WA’s first Virtual Power Plant activated during heatwave

Plico CEO Robbie Campbell (virtual power plant)
Plico CEO Robbie Campbell

With temperatures hovering between 35 to 39 degrees Celsius for the past couple of weeks, Western Australia has activated its first Virtual Power Plant (VPP) to prevent household blackouts.

Western Australian (WA) clean energy company Plico was officially notified last Monday morning by AEMO to provide additional megawatt capacity to the grid through hundreds of its customer solar and battery systems.  

This is WA’s first ever activated Virtual Power Plant where, using cutting-edge technology, all the systems will act as one giant battery to export energy to the grid during peak usage.

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More than half of Plico’s power storage capacity was dispatched between the hours of 5pm and 7pm to support the grid. This included more than 3MW in power exported directly to the grid.

Plico CEO Robbie Campbell said the clean energy provided to the grid was due to the combination of high temperatures, the expected high-power usage and existing low power reserves. 

“The Virtual Power Plant worked as it is designed to do, to provide additional power to offset the high household demand that would have otherwise strained the grid. We estimate that 3MW powers approximately 1,500 homes who may otherwise have suffered a blackout.

“This heatwave naturally challenges the power system, especially during periods of extended and extreme weather. To avoid power disruptions to homes during such events, we provide additional clean energy power to the grid to help deal with the extra demand and bump up the reserves.”

Plico assumed control of its customers’ batteries remotely and set them to store energy during the day. This enables the systems to export energy back to the grid later in the day when it’s needed. Plico batteries will then be set to discharge directly to the grid for a period of up to two hours, between 5pm and 9pm.

“To turn the heatwave into something good and provide clean energy back to the grid so houses don’t lose power, is why we exist. In a world where we demand action on climate change and being less reliant on fossil fuels, this is an opportunity to demonstrate the true power of a Virtual Power Plant all through WAs sunlight,” Campbell said.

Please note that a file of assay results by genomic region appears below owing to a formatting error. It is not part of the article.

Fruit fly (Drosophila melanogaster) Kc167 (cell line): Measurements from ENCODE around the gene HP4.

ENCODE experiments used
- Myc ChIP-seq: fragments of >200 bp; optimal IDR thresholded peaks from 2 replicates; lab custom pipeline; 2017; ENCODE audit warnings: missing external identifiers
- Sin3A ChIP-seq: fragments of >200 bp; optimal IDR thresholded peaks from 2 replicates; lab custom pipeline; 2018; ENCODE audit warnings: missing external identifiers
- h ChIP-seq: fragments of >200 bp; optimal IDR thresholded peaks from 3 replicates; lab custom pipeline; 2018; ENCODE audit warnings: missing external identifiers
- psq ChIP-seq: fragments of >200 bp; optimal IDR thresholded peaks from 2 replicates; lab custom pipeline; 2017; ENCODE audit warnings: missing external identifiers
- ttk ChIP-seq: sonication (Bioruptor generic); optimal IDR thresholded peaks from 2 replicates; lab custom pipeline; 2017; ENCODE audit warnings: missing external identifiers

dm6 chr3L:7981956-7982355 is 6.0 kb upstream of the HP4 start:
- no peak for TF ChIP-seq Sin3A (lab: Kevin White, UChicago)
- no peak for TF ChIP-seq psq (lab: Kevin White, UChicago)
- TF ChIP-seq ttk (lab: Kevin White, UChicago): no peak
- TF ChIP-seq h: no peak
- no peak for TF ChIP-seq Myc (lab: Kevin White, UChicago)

The growing Plico Fleet currently has an aggregated battery of 10.5MWh and made as much of this capacity available to the WA grid. This is one of the most significant contributions ever made by an activated Virtual Power Plant aggregator (outside of trials) to the energy market across Australia.

Capacity in the WA grid is currently under pressure due to declining coal production and the temporary closure of some coal-fired power plants. At the start of summer, the State Government announced the possibility of importing coal to keep the power on.

AEMO identified a potential reserve shortfall in WA’s main power system over summer and has sought additional capacity from energy providers to cover this shortfall. Plico is contracted to provide additional capacity to the grid during emergency peak demand periods. 

“If an event occurs, we look after our Plico customers. We pay them double their cost for the energy stored in their battery, and for any energy they may have purchased from the grid during the activation. So, it’s a win for our forward-thinking customers, a win for the state, and our planet,” Campbell said.

“We’re not sure how many more activations will occur, but we are prepared for any emergency,” he added.

The Plico Virtual Power Plant is supported by Redback Technologies, creators of the innovative Smart Hybrid Inverter technology used in Plico systems, and Amp X, which provides its proprietary VPP digital energy platform to enable monitor, control and optimised dispatch of Plico’s systems.

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